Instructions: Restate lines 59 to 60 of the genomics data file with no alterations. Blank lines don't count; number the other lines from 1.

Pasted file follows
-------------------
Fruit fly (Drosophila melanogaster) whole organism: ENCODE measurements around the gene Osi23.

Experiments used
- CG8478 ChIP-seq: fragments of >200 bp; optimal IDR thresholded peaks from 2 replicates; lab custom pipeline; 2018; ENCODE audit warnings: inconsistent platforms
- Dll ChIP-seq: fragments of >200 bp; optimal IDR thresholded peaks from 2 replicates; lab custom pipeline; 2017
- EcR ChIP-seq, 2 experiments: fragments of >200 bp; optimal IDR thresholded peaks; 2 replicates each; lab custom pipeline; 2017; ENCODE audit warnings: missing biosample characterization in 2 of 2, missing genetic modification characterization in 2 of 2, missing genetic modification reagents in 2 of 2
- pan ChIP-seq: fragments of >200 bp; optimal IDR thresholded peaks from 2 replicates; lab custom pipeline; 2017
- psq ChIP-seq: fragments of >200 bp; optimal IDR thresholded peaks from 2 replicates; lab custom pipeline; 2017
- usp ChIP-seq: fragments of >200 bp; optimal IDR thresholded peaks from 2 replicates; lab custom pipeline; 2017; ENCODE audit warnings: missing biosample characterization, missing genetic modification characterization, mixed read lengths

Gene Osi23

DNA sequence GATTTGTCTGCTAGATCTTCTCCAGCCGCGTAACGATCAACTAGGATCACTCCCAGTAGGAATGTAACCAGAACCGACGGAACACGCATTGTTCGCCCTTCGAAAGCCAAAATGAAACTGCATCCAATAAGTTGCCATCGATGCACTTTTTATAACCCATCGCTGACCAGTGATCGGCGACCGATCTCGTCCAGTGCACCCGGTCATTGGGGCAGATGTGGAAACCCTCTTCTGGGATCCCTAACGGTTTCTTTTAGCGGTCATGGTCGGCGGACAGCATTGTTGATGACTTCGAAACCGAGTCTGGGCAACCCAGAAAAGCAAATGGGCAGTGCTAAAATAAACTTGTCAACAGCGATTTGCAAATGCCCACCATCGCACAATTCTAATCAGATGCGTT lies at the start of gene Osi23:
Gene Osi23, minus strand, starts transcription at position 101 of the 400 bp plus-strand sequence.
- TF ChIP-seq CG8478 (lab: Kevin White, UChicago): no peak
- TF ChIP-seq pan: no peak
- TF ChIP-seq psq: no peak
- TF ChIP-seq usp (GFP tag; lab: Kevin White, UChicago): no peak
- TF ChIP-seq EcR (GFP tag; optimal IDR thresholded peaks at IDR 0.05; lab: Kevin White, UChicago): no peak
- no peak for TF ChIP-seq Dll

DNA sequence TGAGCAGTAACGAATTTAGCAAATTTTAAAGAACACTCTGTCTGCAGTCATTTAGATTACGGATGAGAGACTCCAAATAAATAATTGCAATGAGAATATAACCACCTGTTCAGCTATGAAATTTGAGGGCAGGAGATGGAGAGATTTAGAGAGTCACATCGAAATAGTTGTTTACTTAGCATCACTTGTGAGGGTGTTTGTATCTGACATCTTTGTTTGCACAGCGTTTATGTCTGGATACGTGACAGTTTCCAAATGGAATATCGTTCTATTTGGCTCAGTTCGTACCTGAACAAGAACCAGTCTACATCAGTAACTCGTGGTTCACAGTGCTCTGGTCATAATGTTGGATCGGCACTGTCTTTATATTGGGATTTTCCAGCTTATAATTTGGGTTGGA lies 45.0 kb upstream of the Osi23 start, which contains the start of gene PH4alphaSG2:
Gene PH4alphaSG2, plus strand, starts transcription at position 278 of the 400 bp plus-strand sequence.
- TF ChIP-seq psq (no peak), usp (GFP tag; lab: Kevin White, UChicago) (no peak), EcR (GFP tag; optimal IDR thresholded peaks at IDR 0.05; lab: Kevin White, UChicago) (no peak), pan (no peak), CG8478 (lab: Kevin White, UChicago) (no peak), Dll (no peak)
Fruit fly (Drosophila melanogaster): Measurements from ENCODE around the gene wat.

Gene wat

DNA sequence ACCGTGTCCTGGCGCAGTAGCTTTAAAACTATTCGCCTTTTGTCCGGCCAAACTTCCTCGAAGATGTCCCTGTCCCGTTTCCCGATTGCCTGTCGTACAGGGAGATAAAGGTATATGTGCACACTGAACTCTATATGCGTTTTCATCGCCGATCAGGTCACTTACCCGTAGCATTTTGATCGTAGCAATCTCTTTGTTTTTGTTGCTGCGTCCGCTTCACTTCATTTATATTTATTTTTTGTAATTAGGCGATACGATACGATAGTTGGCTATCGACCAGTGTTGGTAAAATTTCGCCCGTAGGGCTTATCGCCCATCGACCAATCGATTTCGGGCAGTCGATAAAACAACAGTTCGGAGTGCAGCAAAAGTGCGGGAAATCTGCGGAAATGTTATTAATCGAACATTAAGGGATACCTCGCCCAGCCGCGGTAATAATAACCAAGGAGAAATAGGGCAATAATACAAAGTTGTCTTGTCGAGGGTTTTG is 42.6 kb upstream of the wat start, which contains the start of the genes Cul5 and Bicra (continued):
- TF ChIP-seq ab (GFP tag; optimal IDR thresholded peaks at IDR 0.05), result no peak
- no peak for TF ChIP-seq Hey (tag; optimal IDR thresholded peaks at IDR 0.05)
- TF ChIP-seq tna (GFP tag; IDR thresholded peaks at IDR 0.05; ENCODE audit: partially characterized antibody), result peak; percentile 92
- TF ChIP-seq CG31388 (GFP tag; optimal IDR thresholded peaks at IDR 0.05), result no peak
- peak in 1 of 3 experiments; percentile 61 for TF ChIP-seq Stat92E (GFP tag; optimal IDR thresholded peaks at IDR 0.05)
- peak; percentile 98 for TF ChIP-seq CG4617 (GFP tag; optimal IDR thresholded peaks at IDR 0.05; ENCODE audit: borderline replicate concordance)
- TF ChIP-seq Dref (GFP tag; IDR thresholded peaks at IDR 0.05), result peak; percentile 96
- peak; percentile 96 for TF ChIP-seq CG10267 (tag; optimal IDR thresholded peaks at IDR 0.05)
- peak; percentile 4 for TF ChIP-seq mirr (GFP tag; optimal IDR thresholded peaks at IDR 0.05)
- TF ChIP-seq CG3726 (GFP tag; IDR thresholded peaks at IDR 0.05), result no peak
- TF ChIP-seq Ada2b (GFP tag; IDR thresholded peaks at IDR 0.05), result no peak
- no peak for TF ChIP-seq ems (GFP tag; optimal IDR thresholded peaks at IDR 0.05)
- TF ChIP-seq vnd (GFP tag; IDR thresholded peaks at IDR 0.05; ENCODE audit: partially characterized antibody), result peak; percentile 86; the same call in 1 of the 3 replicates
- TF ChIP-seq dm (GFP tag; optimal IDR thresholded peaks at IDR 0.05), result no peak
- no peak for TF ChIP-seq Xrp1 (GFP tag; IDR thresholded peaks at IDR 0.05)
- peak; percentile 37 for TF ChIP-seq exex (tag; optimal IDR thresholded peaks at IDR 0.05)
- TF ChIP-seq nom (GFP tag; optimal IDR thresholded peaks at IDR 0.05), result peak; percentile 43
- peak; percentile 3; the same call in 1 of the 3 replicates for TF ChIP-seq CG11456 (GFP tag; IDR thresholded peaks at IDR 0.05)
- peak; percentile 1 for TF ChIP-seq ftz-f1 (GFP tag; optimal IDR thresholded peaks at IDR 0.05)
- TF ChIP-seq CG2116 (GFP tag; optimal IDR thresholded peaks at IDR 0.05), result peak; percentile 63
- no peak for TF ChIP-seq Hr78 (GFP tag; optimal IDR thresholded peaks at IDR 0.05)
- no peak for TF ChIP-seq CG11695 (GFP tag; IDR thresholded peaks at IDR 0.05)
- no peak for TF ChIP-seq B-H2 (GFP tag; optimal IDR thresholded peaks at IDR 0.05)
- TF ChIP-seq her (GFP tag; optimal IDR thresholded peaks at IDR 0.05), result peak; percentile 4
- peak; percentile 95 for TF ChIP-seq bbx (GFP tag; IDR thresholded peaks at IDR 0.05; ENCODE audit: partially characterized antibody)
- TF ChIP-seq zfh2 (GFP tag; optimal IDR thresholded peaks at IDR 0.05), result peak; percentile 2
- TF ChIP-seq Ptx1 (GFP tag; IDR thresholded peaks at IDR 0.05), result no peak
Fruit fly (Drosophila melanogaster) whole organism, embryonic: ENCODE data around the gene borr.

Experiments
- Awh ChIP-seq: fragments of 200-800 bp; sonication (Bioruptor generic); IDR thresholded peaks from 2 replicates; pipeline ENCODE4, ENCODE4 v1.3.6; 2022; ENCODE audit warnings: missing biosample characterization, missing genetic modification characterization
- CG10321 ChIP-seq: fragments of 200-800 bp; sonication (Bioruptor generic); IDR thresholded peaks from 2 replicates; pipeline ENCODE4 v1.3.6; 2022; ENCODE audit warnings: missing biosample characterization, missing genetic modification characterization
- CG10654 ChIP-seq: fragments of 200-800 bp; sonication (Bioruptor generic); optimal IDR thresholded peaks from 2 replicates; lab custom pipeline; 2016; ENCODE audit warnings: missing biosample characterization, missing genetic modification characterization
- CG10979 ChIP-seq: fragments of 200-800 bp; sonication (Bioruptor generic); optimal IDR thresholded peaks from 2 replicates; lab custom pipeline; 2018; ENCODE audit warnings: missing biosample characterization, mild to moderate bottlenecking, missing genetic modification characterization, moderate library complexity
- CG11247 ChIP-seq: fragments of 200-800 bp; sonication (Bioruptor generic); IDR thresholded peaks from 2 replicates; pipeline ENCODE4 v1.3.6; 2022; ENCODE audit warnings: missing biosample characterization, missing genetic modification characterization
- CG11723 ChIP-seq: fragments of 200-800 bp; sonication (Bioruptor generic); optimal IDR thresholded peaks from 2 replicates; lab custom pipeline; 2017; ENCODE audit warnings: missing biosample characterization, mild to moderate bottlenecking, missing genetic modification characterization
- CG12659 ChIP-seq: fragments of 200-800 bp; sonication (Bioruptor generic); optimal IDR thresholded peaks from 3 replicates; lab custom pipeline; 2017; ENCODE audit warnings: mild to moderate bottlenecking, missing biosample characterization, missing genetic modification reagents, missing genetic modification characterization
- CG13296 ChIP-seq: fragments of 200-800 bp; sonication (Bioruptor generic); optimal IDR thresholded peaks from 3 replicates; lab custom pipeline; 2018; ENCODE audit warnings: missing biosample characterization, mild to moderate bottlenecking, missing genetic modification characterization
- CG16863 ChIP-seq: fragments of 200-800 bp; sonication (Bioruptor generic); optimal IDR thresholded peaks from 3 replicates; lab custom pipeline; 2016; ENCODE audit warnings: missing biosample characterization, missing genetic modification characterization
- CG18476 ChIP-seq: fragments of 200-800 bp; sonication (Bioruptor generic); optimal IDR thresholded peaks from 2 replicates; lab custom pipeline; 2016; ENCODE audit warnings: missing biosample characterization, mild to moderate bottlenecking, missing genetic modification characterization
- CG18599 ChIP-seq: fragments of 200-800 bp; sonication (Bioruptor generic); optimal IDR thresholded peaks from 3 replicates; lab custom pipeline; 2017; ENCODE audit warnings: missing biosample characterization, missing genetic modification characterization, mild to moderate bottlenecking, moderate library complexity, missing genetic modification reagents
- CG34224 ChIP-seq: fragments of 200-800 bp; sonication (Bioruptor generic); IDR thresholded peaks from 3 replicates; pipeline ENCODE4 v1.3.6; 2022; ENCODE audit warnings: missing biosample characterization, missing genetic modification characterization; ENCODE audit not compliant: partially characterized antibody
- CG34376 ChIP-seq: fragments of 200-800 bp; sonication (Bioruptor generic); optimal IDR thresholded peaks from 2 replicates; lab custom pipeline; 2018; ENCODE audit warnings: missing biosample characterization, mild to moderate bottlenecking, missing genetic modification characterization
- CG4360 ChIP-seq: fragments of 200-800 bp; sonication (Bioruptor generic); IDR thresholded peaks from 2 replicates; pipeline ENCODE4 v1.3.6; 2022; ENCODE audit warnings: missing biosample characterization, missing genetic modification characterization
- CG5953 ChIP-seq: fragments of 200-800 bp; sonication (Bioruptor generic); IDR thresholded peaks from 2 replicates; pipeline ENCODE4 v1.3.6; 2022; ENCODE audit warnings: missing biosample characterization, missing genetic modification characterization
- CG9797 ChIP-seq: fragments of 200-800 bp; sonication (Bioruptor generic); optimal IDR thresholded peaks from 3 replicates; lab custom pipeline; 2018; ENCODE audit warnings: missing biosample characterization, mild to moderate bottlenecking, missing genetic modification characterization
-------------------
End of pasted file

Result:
- CG12659 ChIP-seq: fragments of 200-800 bp; sonication (Bioruptor generic); optimal IDR thresholded peaks from 3 replicates; lab custom pipeline; 2017; ENCODE audit warnings: mild to moderate bottlenecking, missing biosample characterization, missing genetic modification reagents, missing genetic modification characterization
- CG13296 ChIP-seq: fragments of 200-800 bp; sonication (Bioruptor generic); optimal IDR thresholded peaks from 3 replicates; lab custom pipeline; 2018; ENCODE audit warnings: missing biosample characterization, mild to moderate bottlenecking, missing genetic modification characterization